Grider then carries his own premise to a dangerous conclusion. Based on his view of the written Word, he then argues that “Christ was sinless, not that He was totally errorless on unimportant matters.” In 1978 there were a series of editorials in the Convention Herald expressing concern over Grider’s teaching. Grider wrote a letter to H. E. Schmul stating, “I have never taught either in a class session or in any publication either that the Bible autographs were in error of any kind whatever, or that Christ erred in any way whatever.” However, his recent “Wesleyan” theology book seems to leave the door open to both positions.
2. Grider’s discussion of “the first work of grace” has very little to say about faith. The only discussion of “the witness of the Spirit” occurs in relationship to entire sanctification. Grider devotes 17 pages to the new birth and 102 pages to entire sanctification. Yet we cannot go on unto perfection until we have entered the kingdom. Early Methodism spent more time getting people started right, believing the Holy Spirit was able to lead them once they entered the kingdom.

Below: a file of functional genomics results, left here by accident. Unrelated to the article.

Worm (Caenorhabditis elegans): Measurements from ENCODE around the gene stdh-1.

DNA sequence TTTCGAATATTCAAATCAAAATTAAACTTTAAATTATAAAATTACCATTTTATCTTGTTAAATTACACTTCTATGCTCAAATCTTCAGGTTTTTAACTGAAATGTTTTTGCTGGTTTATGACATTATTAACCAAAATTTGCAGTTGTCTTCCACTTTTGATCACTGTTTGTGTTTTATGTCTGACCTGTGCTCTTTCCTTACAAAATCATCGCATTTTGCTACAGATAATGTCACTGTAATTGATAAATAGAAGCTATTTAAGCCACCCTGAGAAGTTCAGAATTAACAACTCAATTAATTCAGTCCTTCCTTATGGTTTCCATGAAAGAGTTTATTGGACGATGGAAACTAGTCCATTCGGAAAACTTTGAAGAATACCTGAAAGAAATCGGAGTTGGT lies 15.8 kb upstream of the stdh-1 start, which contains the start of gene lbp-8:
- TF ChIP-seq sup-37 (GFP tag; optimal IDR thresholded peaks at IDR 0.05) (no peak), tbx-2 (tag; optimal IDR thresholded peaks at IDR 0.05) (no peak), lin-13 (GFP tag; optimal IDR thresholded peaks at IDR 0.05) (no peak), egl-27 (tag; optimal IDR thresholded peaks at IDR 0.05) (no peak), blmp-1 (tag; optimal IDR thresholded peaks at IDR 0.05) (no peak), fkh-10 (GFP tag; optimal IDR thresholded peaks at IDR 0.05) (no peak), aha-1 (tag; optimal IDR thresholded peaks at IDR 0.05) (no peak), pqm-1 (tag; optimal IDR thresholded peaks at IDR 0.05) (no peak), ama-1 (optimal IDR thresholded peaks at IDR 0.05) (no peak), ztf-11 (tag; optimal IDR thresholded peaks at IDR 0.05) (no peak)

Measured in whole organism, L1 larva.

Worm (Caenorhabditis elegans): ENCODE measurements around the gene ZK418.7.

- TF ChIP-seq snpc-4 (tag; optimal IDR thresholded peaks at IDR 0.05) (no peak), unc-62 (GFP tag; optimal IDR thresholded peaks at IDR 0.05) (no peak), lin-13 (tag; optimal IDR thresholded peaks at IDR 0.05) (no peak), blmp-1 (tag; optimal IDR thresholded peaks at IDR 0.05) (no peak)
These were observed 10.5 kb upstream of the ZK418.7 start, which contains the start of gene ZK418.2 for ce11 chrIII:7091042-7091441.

3. Grider does not adequately emphasize victory over sin.
Even homosexuality, as a tendency, will not always be extirpated when we are converted or when we are sanctified wholly. . . . It cannot be a characteristic of carnality, else all persons would experience it. When carnality is extirpated, therefore, homosexuality as a tendency might or might not be corrected.
No doubt the newly formed Wesleyan Holiness Gay and Lesbian Network will find this position reassuring.
Grider also states that the inclination toward tobacco, alcohol, and other drugs are acquired desires and are not necessarily extirpated when one is converted or when Adamic depravity is expelled. To what extent, then, do we put off the old life when we are born again? In what sense do we teach complete cleansing from sin?
4. Grider recommends the term “baptism with the Holy Spirit” for the second work of grace, but admits John Wesley did not make this connection. After giving an excellent overview of what Wesley believed, Grider takes a different view, claiming the teaching of the Holiness Movement is superior.